Arabic is a language still widely spoken today, and a fluency in Arabic can provide endless opportunities to learn about the culture and history of the Middle East. Elementary Arabic I is offered each year, in which students learn to read, write and converse in Modern Standard Arabic. Modern Standard Arabic is the form of Classical Arabic used in contemporary news media, documents, literature, education and religious practice in the many countries of the Arab world. The purpose of this course is to develop beginning students’ proficiency and communication in the four basic language skills: listening, speaking, reading, and writing. Students who are interested in teaching English abroad in the Middle East or in specializing in Middle Eastern studies should consider enrolling in Arabic.

The Arabic Track (Advanced offering varies by year):

For students interested in furthering their Arabic speaking experience and in connecting with other Arabic speakers should consider applying for residency in Macalester’s Arabic House.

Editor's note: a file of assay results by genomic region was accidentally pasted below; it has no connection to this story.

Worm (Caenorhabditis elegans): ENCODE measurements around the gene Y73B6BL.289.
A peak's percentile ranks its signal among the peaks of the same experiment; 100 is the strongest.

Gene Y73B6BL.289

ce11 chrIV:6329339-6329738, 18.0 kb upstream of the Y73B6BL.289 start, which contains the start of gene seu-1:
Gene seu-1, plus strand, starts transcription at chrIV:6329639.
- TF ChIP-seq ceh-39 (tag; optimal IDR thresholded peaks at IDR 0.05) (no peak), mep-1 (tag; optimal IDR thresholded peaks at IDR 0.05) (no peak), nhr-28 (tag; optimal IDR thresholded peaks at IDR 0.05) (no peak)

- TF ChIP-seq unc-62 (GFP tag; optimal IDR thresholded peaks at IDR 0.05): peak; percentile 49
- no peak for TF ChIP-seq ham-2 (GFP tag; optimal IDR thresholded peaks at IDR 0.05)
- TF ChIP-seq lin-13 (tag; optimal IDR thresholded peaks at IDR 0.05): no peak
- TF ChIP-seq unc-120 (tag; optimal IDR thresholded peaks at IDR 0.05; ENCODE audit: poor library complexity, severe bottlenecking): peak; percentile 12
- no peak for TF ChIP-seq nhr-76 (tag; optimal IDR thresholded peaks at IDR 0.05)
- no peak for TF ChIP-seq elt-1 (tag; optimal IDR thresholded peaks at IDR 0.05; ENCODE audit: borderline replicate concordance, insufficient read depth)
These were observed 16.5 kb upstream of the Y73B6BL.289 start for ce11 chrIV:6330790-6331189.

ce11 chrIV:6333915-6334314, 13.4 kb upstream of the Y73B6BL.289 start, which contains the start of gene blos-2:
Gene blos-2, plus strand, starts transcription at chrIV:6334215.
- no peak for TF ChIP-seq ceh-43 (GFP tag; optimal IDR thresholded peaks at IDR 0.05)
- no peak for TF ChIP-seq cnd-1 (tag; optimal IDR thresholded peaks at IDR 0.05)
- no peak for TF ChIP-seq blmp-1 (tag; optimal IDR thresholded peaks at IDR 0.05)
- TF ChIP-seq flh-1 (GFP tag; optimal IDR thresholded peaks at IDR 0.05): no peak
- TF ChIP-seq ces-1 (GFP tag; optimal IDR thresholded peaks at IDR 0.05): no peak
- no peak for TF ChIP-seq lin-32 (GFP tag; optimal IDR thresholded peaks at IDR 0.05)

The study of Hebrew is exceptionally valuable in the field of Middle Eastern studies. Hebrew is a Semitic language that shares origins with other languages such as Aramaic and Akkadian. Elementary Hebrew I is offered during alternating Fall Semesters, rotating yearly with Elementary Greek I, and begins students on a two-term sequence of Elementary Hebrew. During this year, the study of grammar and vocabulary will be supplemented with practice in oral recitation and aural comprehension. Basic biblical texts are analyzed and translated, including selections from the books of Genesis and Ruth. Hebrew is a great option for students interested in linguistics, the ancient languages of the Middle East, or in contemporary Middle Eastern studies. 

The Hebrew Track (Offerings vary by year):

  • CLAS 117 – Elementary Hebrew I
  • CLAS 218 – Elementary Hebrew II
  • CLAS 237 – Intermediate Hebrew I
  • CLAS 338 – Intermediate Hebrew II
  • Advanced Hebrew offered as needed

Guidelines for Latin Placement

Rather than administer a placement exam, our department prefers to place students into our Latin program on the basis of either the number of years they have studied Latin previously, or their performances on an Advanced Placement Latin exam. The guidelines for these are listed below. If there are further questions, please contact Professor Severy-Hoven at 651-696-6721 or [email protected].